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Minnesota Supreme Court clears Minneapolis police change poll question: NPR


City Council member Alondra Cano spoke in June 2020 about funding the Minneapolis Police Department.

Jerry Holt / Star Tribune via AP


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Jerry Holt / Star Tribune via AP

Minnesota Supreme Court clears Minneapolis police change poll question: NPR

City Council member Alondra Cano spoke in June 2020 about funding the Minneapolis Police Department.

Jerry Holt / Star Tribune via AP

MINNEAPOLIS – The Minnesota Supreme Court cleared the way Thursday night for Minneapolis voters to decide the future of policing in the city where George Floyd was killed, just before early and postal voting began.

The state’s highest court overturned a lower court ruling that rejected ballot language approved by city council. A district judge said the wording did not adequately describe the effects of a proposed charter amendment that would replace the Minneapolis Police Department with a new Department of Public Safety that “could include” police officers “if necessary”.

But Chief Justice Lorie Gildea said in a three-page order that judges had concluded that the challenge to the language of the ballot did not meet “high standards” set by the court in previous cases. She said the court would issue a full notice setting out its legal reasoning a little later to avoid obstructing the start of the vote.

The Supreme Court was under pressure to rule quickly as early and postal voting opens Friday at 8 a.m. in the Minneapolis municipal election. The ballots were already being printed when Hennepin County District Judge Jamie Anderson ruled against the language on Tuesday. This was the second time that she had rescinded the wording of the advice. Chief Justice Lorie Gildea put the case on the fast track on Wednesday.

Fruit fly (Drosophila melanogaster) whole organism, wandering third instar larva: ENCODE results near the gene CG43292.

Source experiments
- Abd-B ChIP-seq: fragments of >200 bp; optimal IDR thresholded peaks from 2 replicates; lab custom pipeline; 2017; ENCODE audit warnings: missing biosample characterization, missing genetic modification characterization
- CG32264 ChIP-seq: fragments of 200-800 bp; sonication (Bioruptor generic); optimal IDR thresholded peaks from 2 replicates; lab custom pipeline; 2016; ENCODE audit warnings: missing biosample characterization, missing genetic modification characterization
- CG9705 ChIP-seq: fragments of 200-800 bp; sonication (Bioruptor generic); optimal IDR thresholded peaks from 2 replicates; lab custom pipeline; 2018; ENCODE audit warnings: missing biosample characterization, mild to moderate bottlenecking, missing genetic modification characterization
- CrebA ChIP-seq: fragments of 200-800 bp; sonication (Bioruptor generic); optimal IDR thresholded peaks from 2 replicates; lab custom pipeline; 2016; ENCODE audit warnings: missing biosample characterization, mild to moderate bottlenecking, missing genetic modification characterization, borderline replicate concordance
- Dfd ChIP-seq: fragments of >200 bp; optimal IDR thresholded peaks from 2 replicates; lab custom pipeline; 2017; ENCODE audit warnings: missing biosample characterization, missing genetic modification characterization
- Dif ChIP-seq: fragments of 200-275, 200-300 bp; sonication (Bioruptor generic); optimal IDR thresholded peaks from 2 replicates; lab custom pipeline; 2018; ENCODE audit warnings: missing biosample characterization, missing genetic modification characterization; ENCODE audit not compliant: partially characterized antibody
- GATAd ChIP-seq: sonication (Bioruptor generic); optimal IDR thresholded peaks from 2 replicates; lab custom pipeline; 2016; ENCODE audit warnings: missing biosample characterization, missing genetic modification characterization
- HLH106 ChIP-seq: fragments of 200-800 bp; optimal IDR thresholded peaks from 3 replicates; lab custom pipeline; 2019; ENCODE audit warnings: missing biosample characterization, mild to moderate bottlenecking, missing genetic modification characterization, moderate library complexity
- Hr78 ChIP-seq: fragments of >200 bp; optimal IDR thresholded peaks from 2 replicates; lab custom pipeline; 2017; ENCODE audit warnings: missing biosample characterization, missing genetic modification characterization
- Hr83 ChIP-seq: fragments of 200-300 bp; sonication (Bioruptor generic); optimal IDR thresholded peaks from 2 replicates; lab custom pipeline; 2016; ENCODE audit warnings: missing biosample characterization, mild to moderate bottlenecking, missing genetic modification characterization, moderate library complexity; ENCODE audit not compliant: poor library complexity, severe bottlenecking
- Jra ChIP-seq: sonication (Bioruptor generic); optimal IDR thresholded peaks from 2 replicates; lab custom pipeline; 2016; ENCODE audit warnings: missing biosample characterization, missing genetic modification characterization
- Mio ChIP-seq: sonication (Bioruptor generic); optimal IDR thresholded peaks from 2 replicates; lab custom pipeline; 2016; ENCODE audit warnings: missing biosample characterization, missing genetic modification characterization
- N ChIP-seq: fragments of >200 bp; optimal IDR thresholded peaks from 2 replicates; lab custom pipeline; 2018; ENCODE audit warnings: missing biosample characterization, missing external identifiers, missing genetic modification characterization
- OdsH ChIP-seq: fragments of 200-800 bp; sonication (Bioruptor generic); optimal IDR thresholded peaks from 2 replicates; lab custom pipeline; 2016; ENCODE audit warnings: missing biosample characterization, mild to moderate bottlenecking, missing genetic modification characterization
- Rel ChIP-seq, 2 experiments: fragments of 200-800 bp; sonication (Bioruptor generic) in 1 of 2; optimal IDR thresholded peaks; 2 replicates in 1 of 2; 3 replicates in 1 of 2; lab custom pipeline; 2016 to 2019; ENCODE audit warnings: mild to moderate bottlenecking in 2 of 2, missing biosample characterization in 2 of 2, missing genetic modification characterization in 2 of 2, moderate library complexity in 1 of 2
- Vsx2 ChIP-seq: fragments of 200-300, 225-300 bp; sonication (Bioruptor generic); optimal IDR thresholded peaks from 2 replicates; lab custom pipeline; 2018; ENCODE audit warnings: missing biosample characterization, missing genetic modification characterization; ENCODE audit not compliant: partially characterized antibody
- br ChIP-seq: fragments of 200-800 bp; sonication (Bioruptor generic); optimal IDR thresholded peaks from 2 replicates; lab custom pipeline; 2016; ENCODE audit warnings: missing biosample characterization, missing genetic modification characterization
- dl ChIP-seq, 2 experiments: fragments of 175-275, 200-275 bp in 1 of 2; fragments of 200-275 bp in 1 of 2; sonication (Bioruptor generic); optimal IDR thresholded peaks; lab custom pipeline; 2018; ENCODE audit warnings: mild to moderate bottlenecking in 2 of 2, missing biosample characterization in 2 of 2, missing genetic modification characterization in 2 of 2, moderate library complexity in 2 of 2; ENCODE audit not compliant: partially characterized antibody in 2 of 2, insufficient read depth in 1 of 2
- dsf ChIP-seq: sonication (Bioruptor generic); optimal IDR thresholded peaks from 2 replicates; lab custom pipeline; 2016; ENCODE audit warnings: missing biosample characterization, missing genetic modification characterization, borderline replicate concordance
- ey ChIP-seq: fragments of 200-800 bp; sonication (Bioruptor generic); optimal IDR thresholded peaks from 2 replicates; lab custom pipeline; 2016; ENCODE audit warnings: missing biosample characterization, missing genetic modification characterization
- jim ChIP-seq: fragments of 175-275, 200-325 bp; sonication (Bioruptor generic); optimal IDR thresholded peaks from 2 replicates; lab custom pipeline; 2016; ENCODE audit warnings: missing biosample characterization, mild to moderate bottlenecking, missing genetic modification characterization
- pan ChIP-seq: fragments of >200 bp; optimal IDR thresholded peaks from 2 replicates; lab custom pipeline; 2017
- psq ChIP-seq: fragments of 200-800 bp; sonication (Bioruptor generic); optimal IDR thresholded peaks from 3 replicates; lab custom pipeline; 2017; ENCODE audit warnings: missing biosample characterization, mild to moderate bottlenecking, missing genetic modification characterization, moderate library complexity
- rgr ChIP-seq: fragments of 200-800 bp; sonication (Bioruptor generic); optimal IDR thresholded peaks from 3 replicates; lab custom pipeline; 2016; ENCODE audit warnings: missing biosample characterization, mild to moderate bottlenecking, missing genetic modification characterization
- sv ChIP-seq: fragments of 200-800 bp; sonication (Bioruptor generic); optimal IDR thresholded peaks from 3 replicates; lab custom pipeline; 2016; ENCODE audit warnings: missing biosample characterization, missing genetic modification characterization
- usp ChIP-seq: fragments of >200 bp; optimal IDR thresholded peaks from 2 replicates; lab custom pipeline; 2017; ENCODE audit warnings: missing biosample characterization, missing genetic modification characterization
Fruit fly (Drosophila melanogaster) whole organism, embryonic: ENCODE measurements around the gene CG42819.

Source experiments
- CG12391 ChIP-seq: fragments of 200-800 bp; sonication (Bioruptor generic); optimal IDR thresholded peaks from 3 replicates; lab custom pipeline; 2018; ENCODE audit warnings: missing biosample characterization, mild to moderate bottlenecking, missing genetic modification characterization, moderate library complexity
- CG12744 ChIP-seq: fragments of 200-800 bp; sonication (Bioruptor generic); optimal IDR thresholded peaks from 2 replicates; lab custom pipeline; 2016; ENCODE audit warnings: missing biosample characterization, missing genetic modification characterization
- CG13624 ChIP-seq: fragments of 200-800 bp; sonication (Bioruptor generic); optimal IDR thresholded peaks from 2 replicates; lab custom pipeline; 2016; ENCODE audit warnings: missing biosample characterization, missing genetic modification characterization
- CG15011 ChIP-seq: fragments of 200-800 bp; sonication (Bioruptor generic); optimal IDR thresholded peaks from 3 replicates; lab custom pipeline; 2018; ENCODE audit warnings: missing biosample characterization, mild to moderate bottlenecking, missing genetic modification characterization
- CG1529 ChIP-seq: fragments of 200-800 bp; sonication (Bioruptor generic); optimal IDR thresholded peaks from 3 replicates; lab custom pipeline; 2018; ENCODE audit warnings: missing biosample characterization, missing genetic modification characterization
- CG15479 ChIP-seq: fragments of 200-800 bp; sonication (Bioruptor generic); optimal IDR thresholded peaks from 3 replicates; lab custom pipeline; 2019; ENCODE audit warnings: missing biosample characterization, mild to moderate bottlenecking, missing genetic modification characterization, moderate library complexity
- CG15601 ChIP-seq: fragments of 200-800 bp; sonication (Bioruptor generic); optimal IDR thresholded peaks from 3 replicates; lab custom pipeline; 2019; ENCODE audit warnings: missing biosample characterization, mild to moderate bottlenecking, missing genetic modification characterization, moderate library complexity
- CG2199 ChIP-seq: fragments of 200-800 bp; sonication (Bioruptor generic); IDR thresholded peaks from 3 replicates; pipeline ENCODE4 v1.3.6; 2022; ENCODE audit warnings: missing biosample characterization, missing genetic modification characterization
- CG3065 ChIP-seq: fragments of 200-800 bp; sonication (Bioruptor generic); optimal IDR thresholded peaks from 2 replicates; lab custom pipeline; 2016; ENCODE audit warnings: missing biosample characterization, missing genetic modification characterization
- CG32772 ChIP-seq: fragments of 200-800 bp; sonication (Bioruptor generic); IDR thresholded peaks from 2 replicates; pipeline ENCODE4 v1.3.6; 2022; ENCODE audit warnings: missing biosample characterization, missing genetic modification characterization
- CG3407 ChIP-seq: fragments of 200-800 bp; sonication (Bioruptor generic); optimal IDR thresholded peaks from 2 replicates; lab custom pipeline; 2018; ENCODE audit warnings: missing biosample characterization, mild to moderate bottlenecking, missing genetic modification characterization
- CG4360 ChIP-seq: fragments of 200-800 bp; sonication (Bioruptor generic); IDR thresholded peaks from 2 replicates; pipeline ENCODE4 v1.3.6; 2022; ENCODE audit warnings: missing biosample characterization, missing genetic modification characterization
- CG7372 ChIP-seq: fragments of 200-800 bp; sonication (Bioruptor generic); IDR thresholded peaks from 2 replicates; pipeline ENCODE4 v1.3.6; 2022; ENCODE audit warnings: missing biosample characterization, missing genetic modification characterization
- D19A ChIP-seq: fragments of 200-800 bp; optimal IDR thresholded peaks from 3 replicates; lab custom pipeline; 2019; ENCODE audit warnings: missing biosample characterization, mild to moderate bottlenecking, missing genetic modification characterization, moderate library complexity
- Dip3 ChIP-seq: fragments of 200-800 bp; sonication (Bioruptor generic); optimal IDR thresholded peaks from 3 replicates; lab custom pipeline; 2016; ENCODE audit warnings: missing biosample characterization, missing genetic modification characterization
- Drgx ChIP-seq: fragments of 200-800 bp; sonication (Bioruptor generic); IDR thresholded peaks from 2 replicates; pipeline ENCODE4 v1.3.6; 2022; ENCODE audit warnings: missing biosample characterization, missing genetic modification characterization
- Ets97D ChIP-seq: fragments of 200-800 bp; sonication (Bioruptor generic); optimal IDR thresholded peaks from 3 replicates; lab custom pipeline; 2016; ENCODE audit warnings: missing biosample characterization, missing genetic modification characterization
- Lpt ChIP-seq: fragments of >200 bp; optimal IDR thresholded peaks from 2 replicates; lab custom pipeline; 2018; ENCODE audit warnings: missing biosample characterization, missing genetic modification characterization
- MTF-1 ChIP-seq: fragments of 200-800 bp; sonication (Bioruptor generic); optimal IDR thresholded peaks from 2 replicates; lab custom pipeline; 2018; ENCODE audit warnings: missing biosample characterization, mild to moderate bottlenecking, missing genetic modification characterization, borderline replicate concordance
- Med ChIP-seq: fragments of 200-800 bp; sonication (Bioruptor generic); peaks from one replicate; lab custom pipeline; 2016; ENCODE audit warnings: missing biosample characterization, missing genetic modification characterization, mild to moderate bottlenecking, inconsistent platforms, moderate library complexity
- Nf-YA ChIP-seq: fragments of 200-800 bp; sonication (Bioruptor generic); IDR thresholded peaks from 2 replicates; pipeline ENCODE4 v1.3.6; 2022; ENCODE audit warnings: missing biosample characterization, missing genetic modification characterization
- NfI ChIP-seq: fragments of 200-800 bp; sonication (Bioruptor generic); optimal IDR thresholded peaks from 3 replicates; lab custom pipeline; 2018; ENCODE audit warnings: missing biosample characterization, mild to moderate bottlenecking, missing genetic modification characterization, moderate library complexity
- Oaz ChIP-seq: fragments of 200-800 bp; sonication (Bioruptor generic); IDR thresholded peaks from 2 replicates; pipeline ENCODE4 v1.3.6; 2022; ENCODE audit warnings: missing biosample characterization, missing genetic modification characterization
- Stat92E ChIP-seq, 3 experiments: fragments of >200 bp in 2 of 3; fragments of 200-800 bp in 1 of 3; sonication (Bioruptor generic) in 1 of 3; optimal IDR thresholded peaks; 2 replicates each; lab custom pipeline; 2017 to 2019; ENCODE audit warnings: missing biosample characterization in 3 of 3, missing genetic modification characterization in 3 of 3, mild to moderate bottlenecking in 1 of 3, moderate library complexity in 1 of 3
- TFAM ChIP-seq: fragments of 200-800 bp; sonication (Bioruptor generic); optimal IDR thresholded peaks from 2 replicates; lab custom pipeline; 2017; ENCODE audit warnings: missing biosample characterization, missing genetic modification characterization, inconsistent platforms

Lawyers on both sides have said in advance that they expect the High Court’s decision allowing the language of the ballot to be the last word, given the late hour. Leaders of the Yes 4 Minneapolis pro-amendment campaign continued with a rally scheduled for Friday afternoon.

The proposal has its roots in the “defund the police” movement, which gained momentum after Floyd’s death last summer sparked protests, civil unrest and a nationwide reckoning on racial justice. The amendment does not use the term “defund”. But that would remove the city’s charter requirement that Minneapolis have a minimum-staffed police department. Many details of how the new agency would work would be left to city council and the mayor to decide later.

Yes 4 Minneapolis, which spearheaded the initiative, insists the city would continue to have police officers if voters approve the amendment, but the new department would be free to adopt a new approach to public safety that could reduce excessive policing against communities of color.

Opponents of the amendment, including former board member Don Samuels and his wife, Sondra, said the wording of the ballot left too many important questions unexplained for voters about how the new department would be implemented, directed, staffed and funded.

Yes 4 Minneapolis argued in its Supreme Court filing that the Minneapolis Police Department would not automatically disappear if the amendment passed. The group said the department would continue to exist under current city ordinances until the city council passes new laws to establish the new agency, and the council could keep the force in place for as long as needed to an orderly transition.